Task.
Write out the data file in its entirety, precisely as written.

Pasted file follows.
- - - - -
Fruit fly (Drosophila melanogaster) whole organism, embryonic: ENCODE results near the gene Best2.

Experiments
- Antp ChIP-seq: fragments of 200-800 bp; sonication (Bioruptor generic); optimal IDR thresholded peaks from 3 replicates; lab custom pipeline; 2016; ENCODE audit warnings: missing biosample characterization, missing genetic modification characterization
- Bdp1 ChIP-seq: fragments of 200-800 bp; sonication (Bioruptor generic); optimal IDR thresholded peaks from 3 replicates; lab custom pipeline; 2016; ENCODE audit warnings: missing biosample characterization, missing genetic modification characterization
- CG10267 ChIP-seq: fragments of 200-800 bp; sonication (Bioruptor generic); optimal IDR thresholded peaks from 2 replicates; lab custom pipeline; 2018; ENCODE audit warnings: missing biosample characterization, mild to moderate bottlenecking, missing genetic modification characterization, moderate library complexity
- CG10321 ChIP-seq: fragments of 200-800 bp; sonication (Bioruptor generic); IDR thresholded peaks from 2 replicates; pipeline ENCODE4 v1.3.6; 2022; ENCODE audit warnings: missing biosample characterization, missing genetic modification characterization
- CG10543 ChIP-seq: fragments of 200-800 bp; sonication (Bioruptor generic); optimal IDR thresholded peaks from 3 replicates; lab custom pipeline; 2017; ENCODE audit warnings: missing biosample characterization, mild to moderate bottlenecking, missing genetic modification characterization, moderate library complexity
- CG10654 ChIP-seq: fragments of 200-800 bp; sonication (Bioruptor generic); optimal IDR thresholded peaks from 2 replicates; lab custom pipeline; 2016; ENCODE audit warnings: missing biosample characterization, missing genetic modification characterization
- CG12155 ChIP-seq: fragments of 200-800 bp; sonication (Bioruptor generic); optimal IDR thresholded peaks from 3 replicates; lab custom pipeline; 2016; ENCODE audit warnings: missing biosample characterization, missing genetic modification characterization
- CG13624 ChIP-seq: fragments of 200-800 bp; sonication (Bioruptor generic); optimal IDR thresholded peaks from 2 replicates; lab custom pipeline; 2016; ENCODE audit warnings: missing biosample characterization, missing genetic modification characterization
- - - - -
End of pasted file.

Fruit fly (Drosophila melanogaster) whole organism, embryonic: ENCODE results near the gene Best2.

Experiments
- Antp ChIP-seq: fragments of 200-800 bp; sonication (Bioruptor generic); optimal IDR thresholded peaks from 3 replicates; lab custom pipeline; 2016; ENCODE audit warnings: missing biosample characterization, missing genetic modification characterization
- Bdp1 ChIP-seq: fragments of 200-800 bp; sonication (Bioruptor generic); optimal IDR thresholded peaks from 3 replicates; lab custom pipeline; 2016; ENCODE audit warnings: missing biosample characterization, missing genetic modification characterization
- CG10267 ChIP-seq: fragments of 200-800 bp; sonication (Bioruptor generic); optimal IDR thresholded peaks from 2 replicates; lab custom pipeline; 2018; ENCODE audit warnings: missing biosample characterization, mild to moderate bottlenecking, missing genetic modification characterization, moderate library complexity
- CG10321 ChIP-seq: fragments of 200-800 bp; sonication (Bioruptor generic); IDR thresholded peaks from 2 replicates; pipeline ENCODE4 v1.3.6; 2022; ENCODE audit warnings: missing biosample characterization, missing genetic modification characterization
- CG10543 ChIP-seq: fragments of 200-800 bp; sonication (Bioruptor generic); optimal IDR thresholded peaks from 3 replicates; lab custom pipeline; 2017; ENCODE audit warnings: missing biosample characterization, mild to moderate bottlenecking, missing genetic modification characterization, moderate library complexity
- CG10654 ChIP-seq: fragments of 200-800 bp; sonication (Bioruptor generic); optimal IDR thresholded peaks from 2 replicates; lab custom pipeline; 2016; ENCODE audit warnings: missing biosample characterization, missing genetic modification characterization
- CG12155 ChIP-seq: fragments of 200-800 bp; sonication (Bioruptor generic); optimal IDR thresholded peaks from 3 replicates; lab custom pipeline; 2016; ENCODE audit warnings: missing biosample characterization, missing genetic modification characterization
- CG13624 ChIP-seq: fragments of 200-800 bp; sonication (Bioruptor generic); optimal IDR thresholded peaks from 2 replicates; lab custom pipeline; 2016; ENCODE audit warnings: missing biosample characterization, missing genetic modification characterization